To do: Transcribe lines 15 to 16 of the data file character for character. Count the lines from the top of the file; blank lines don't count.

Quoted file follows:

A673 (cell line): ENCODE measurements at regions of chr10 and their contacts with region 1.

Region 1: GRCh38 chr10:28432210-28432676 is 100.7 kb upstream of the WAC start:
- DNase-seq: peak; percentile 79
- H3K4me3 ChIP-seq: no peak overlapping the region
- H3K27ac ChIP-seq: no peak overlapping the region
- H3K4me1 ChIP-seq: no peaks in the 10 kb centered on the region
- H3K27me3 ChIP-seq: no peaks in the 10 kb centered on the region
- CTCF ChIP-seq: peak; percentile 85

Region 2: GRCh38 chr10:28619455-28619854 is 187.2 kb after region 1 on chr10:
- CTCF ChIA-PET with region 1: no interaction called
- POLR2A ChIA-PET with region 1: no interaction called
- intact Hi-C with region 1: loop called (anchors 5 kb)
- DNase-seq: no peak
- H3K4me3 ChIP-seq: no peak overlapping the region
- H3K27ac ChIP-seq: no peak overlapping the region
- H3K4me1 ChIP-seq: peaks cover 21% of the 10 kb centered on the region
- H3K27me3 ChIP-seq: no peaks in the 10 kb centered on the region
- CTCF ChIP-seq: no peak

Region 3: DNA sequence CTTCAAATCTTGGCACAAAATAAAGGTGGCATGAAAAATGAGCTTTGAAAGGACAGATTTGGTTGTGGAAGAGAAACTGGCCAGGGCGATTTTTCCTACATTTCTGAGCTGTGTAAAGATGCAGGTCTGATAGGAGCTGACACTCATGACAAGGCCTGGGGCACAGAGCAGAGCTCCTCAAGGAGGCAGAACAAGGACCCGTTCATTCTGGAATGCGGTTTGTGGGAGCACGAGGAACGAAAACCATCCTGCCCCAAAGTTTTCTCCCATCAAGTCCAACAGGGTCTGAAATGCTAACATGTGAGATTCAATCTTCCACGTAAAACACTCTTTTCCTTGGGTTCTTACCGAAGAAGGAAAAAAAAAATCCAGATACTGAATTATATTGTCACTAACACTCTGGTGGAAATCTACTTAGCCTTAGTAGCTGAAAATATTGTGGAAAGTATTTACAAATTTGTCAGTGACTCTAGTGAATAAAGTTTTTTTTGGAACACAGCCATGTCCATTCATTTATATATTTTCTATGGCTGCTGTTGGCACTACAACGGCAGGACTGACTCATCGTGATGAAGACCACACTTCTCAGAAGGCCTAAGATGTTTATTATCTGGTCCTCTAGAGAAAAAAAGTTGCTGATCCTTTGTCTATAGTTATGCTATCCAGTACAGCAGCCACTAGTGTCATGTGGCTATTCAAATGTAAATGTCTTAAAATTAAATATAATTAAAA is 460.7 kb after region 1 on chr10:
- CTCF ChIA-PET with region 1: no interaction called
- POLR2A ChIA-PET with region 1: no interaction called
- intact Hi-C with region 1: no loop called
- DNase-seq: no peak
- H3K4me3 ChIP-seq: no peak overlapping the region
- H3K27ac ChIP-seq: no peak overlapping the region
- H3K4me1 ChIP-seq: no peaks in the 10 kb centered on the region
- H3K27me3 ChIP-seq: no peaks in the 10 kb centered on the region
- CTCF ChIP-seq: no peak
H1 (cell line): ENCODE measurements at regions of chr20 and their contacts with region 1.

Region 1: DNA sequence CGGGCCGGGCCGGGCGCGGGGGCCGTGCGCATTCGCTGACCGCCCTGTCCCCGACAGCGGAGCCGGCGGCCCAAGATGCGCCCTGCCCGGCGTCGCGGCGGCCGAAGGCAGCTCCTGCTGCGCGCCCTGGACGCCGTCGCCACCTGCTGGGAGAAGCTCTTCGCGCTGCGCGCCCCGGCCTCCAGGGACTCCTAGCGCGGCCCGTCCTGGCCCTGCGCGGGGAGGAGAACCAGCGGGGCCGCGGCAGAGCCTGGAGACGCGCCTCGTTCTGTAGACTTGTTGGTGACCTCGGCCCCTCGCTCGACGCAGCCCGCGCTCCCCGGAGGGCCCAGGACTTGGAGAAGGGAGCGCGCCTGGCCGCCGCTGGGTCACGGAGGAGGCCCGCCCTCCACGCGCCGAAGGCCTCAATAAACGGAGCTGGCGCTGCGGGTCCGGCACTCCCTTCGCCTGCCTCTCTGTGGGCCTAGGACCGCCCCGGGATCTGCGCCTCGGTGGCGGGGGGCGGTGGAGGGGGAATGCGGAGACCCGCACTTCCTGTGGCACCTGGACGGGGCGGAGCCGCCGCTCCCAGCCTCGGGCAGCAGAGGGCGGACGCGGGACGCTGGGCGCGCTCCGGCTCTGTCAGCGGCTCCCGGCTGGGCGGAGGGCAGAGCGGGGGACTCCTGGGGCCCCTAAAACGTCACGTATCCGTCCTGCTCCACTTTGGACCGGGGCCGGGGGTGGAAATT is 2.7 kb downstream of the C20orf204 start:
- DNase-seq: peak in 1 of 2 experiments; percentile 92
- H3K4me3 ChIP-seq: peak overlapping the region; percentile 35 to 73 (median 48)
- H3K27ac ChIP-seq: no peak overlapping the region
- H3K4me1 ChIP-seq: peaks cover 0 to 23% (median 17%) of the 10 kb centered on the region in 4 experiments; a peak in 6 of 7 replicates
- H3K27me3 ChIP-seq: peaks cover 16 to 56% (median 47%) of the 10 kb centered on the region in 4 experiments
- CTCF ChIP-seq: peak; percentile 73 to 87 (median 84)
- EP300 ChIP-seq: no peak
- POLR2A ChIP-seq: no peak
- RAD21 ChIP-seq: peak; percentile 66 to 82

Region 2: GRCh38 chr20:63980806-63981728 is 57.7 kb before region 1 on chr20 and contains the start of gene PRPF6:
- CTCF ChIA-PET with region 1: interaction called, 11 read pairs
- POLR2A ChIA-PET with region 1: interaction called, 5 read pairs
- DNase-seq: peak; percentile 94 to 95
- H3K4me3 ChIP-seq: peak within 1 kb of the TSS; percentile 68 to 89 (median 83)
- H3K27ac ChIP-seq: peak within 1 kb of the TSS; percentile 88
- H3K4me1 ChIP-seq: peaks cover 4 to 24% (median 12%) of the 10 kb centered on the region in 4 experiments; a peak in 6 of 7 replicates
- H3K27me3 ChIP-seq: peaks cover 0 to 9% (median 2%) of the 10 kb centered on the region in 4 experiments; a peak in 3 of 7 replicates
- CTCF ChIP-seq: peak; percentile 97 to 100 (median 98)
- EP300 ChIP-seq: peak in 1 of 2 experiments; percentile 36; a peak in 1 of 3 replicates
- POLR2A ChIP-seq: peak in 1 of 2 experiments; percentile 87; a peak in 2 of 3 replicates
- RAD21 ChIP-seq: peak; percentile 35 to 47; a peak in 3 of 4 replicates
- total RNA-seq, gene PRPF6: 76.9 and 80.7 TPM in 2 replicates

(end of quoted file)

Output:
- H3K27ac ChIP-seq: no peak overlapping the region
- H3K4me1 ChIP-seq: peaks cover 21% of the 10 kb centered on the region